Not everything is “Rah! Rah! Francis!”, even in the MSM

There is a lot of energy swirling around and about the Holy Father’s visit to Cuba and, soon, to these United States.  I’ve already heard MSM hype about how Francis is the pretty much the first Pope who has ever smiled or kiss a baby.  As a matter of fact, he is the first Pope who has ever thought about poor or who has been nice.  He is the most wonderfulest fluffiest Pope ehvur.  He’s not like mean old Benedict!  He was harsh and Francis is humble!

This is going to get really tiresome.

Meanwhile, not everything is “Rah! Rah! Francis!”, even in the MSM.  It is good to know what they are saying as well.

First, check out George Will at WaPo.  All I can say is brutal.   His piece seems to be a preemptive strike not just against Francis and what he might say to Congress and to the UN about environmentalism and capitalism, but against the lib dems who will try to coopt Francis for cynical political reasons.   The libs will accuse Will of shilling for the GOP, but I don’t think that that is what he is doing.

Pope Francis’ fact-free flamboyance

Pope Francis embodies sanctity but comes trailing clouds of sanctimony. With a convert’s indiscriminate zeal, he embraces ideas impeccably fashionable, demonstrably false and deeply reactionary. They would devastate the poor on whose behalf he purports to speak — if his policy prescriptions were not as implausible as his social diagnoses are shrill.


Pretty rough stuff.

We don’t, by the way, have to accept Will’s simplification of the science and Gallileo issue or about medieval economies.

Next comes something from the Weekly Standard by Jonathan V. Last.

Pope Francis: Menace or Farce?

Back in 1999, The Weekly Standard ran one of my favorite cover lines ever: The New Europe: Menace or Farce? I often think of that question when I watch Pope Francis.

It’s only been two and a half years since Francis assumed the chair of St. Peter, yet he’s already compiled an entire dossier’s worth of . . . interesting . . . incidents.

For instance, the Holy Father seems to have a habit of appearing to endorse all sorts of left-wing political causes. There was the time he posed with environmental activists holding an anti-fracking T-shirt. And the time he posed for pictures holding a crucifix made from a hammer and a sickle. And the time he held up a poster calling for the British to hand the Falkland Islands back to Argentina. In each instance, the official Vatican response has been to suggest that Francis didn’t mean to endorse anything because he’ll pretty much smile and pick up anything you hand him, like some sort of consecrated Ron Burgundy.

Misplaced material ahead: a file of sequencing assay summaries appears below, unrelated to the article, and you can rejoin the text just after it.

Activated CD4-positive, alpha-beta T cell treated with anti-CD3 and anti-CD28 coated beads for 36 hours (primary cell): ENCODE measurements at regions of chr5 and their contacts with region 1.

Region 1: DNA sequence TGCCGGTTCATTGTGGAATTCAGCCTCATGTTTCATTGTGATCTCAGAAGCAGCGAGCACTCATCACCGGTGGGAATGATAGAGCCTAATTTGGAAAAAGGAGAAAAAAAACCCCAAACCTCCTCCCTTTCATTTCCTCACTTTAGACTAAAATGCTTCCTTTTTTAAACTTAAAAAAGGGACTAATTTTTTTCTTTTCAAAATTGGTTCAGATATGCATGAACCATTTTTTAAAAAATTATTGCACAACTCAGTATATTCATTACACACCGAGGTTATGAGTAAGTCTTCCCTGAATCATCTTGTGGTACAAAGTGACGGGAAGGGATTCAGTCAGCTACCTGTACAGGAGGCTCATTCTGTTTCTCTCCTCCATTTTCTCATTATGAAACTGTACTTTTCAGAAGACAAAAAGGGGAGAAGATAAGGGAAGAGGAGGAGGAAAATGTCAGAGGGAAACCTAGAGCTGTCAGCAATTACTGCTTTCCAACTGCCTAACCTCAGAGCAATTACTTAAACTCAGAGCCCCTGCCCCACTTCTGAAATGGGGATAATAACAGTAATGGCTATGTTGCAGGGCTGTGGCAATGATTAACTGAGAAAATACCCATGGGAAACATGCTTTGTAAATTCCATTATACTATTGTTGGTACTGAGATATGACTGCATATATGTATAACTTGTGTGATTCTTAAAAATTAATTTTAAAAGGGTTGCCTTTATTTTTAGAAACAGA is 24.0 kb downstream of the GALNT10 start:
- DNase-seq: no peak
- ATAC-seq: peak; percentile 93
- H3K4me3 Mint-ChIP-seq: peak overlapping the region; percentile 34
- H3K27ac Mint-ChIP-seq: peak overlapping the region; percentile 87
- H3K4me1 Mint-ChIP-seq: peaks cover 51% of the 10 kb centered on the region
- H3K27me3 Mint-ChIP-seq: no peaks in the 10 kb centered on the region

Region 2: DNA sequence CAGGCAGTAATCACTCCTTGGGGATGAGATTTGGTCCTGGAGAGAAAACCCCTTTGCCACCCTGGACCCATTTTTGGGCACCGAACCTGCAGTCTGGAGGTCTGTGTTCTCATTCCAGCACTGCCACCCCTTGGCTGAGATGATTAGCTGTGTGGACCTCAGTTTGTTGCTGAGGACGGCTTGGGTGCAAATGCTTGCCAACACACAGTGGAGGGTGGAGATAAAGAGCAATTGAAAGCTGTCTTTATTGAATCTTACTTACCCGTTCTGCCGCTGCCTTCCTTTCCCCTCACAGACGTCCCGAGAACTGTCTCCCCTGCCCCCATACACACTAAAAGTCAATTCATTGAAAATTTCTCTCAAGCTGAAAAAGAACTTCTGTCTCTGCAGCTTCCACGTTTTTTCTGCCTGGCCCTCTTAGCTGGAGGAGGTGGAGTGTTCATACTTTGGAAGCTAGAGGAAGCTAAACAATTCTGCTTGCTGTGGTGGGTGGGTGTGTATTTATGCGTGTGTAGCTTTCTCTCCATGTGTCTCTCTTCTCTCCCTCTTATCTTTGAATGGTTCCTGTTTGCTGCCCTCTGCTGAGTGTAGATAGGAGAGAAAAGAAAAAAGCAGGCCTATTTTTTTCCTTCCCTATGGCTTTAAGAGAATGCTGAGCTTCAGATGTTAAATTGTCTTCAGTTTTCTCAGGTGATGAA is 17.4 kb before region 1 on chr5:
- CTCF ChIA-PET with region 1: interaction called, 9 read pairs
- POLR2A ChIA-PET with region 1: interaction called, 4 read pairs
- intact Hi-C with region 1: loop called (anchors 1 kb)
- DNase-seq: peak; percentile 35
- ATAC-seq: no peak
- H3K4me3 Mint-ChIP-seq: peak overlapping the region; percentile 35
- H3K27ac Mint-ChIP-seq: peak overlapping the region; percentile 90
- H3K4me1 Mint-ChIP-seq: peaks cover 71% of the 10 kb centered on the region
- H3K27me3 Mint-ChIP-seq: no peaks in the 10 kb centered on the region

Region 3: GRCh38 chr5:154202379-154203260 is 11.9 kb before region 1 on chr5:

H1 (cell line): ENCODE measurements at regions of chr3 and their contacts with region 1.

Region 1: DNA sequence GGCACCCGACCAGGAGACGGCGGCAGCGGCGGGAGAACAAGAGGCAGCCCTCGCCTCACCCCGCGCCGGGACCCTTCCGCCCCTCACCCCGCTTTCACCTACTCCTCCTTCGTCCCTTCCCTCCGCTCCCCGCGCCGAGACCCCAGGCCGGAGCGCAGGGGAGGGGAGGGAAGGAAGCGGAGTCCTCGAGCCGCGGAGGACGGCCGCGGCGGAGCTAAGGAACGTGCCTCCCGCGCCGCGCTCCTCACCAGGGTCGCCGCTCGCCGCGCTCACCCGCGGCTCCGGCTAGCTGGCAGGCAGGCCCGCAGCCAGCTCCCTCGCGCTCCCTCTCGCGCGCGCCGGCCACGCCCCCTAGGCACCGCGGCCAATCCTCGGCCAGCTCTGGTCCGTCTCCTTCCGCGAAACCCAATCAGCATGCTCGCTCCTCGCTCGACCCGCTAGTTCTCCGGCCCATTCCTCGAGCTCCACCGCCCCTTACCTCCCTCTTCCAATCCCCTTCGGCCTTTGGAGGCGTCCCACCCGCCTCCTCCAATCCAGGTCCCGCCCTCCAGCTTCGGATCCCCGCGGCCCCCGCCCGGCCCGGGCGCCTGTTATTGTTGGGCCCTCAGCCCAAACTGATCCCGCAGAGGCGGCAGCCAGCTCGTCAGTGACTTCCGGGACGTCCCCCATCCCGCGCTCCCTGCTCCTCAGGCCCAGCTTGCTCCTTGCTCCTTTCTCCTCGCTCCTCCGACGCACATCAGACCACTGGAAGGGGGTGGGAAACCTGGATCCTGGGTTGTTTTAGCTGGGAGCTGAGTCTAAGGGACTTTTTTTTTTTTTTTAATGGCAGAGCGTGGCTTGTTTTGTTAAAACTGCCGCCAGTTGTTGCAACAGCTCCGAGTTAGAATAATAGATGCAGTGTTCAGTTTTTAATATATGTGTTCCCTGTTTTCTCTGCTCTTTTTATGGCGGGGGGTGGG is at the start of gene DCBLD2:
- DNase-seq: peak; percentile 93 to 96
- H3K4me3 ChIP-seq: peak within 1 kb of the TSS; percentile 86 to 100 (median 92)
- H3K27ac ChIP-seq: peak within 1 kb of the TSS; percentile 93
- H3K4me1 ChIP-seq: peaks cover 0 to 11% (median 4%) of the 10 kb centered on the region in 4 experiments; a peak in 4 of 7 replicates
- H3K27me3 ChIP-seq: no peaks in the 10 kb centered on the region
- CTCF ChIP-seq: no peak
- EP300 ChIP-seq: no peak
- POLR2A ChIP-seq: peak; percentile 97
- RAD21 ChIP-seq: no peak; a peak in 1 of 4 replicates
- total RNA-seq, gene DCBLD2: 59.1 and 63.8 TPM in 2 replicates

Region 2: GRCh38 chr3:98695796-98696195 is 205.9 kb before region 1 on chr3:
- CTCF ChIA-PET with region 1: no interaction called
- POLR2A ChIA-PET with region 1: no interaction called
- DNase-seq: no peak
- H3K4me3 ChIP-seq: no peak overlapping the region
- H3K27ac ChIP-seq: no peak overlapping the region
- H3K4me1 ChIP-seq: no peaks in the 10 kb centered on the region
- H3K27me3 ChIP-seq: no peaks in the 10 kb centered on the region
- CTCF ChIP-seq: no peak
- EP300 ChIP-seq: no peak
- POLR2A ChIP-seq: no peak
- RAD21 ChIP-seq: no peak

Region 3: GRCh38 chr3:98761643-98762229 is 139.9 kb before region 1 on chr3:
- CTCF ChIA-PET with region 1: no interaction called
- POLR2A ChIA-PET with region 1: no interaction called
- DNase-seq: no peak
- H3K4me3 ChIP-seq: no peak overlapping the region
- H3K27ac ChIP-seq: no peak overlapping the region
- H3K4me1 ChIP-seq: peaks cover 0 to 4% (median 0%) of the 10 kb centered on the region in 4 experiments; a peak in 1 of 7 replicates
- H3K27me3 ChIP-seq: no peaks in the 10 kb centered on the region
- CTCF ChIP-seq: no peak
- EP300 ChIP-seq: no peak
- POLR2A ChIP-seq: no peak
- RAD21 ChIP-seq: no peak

While this piece also indicts the Pope’s handlers, the bucks land on the Pontiff’s desk.

Anyway… it is good to know what else is going on, apart from the cloying sweet stuff.

The moderation queue is definitely ON.

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  1. juergensen says:

    When John Paul and Benedict (and Mother Theresa) visited the U.S., I eagerly anticipated what they had to say to our decadent culture, and followed the news closely. Today, I can’t bring myself to watch or read anything about Francis’ visit, afraid of another “Who am I to judge?” moment. I think I’ll watch football.

  2. Gerard Plourde says:

    “We don’t, by the way, have to accept Will’s simplification of the science and Gallileo issue or about medieval economies.”

    This is true since Mr. Will, as a self-described, “amiable, low-voltage athiest” probably has heard a lifetime’s worth of misinformation concerning both subjscts.

  3. pelerin says:

    MSM? I have looked it up and all I can find is ‘methylsulfonylmethane!’ I’m sorry but many of the American initals which are obviously familiar in the US mean nothing to us over the pond.

  4. GAK says:

    “Nearly everyone I spoke to in Cordoba encouraged me to interview the Rev. Angel Rossi, a man Pope Francis refers to as his “spiritual son” …. Bergoglio accepted Rossi into the Society of Jesus in 1976, when the former was provincial. By Rossi’s estimation, they lived under the same roof for seven or eight years.

    I asked him to describe Bergoglio.

    If you know him well, that’s almost impossible, Rossi answered.

    He is humble but confident, a disciplined rule-breaker. He is quiet but freely speaks his mind. He is deeply spiritual, but crafty — a cross between a desert saint and a shrewd politician. He is a man of power and action, who spends a great deal of time in prayer and contemplation.”

  5. GAK says:

    I thought the “crafty” description was interesting.

    Also, when CNN can’t get their leading religion journalist to learn the basic ABC’s of Catholicism, so as not to make basic gaffes throughout an article, it leaves all their other journalism suspect, too.

  6. Macgawd says:

    I’ve had the sense for a while now that His Holiness Pope Francis is either completely out of his depth on the various sociopolitical subjects he chooses to preach, or is rube being manipulated by certain factions within the Church to push a certain agenda. Or, perhaps the latter, because of the former. Either way, as the article states, the buck stops with Francis.

  7. sacerdos97 says:

    Today in my homily I asked the folks to make a daily offering first thing every morning to the Sacred Heart of Jesus and the Immaculate Heart of Mary of NOT hyper ventilating when they read something about what Pope Francis supposedly said. My point was to caution folks about not succumbing to the “papacy of the media” by ignoring (by and large) what the journalists are saying (even Catholic ones) and paying attention to what he is doing.

  8. Akita says:

    I cannot bear to read the spin. Will try to tune it all out and get my updates from WDTPRS, Rorate and the Eponymous Flower. They are my “Go To” Trifecta.